A more pressing problem emerged when the documentary, produced by Screentime, was caught up in a fake identity scandal. Last month, it was revealed that one of the exprisoners who features in it, Michael Lahood (also spelt LaHoud), had invented much of his criminal past. Lahood claimed in this film and in SBS’s reality show Once Upon a Time in Punchbowl that he had spent years in some of NSW’s toughest prisons. But prison authorities clarified that he pleaded not guilty to an armed robbery charge in 2006 that was eventually dismissed, and that he spent just a few days in a remand centre. SBS has postponed its documentary, which focuses heavily on Lahood, while it investigates his background.
Meanwhile, during a live showcase performance filmed for Taking on the Chocolate Frog, Lahood falsely claimed he had spent six months in solitary confinement in Parramatta jail, and that the experience was ‘‘ f . . ked’’. The press kit incorrectly states that the father of four, who has top-to-toe tattoos, spent eight years in jail. A Studio channel spokesman says the solitary confinement claim does not appear in the documentary and that Lahood plays a small role in the film. Any inaccuracies about his past would be ‘‘ edited out’’. alcoholic, he would never adjust to life on the outside — and the ex-cons’ progress as actors.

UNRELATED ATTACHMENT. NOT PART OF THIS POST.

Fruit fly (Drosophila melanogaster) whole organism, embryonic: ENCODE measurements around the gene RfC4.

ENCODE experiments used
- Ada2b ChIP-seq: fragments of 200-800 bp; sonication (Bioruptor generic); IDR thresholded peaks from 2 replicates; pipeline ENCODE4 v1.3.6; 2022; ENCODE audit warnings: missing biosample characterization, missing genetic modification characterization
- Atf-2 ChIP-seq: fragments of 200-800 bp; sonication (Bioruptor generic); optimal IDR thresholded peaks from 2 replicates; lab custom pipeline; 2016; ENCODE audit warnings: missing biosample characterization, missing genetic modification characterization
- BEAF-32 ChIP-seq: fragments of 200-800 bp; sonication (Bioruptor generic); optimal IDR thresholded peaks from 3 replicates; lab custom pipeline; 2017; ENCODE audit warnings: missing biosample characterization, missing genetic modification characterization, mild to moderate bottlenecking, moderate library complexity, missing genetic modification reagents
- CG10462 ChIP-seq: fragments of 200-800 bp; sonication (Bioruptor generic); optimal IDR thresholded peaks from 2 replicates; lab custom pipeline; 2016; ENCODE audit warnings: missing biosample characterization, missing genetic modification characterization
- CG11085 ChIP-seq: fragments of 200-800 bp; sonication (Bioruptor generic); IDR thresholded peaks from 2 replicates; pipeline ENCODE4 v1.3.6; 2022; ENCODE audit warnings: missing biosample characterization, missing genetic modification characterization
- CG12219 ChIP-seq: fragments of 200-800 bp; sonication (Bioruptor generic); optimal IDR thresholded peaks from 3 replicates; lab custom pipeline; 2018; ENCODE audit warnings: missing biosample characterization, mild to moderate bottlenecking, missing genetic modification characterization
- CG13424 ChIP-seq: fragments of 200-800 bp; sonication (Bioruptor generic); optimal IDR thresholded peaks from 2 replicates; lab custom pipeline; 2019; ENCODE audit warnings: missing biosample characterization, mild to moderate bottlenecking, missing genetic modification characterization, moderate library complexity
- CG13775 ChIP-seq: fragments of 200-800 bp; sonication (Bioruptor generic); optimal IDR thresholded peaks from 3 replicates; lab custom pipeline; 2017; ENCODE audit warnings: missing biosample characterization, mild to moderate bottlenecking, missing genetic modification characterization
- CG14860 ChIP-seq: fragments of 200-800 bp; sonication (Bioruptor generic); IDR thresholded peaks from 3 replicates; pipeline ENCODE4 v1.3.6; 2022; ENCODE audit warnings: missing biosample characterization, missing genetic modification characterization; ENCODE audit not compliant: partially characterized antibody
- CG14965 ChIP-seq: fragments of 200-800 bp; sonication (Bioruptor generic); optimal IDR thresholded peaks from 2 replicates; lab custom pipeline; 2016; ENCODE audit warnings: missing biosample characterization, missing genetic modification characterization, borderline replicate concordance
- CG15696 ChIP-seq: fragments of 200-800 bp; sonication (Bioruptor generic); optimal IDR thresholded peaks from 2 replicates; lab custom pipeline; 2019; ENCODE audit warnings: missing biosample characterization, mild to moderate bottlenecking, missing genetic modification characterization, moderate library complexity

Thompson estimates that about 40 excriminals have completed his acting boot camp during the past three years. He holds a weekly class in whatever venue he can rustle up — a warehouse, a strip club, an office after hours. ‘‘ I do this to get the guys work,’’ he says.
So far he has been highly effective; his students have been extras and secured speaking roles in Australian and US films and television series including Screentime’s Under-
HIS ARMS AND THIGHS SEEM TO EXPLODE OUT OF HIS GREEN SHIRT AND SHORTS
Last spring, Review went to see the showcase being filmed at the jail — all coiled razor wire and dungeon-like cell blocks with punishingly small windows. Yet in this inhospitable place (and despite Lahood’s false claims), a kind of rough magic occurred: reformed drug addicts and robbers who wouldn’t dream of going to the theatre fluently recited Shakespeare’s verse and starred in a production of The Chocolate Frog, a one-act play written by ‘‘ prison playwright’’ and former armed robber Jim McNeil. (Chocolate frog is prison slang for dog, and in this work two prisoners accuse a younger cellmate of being a dog, or informer.)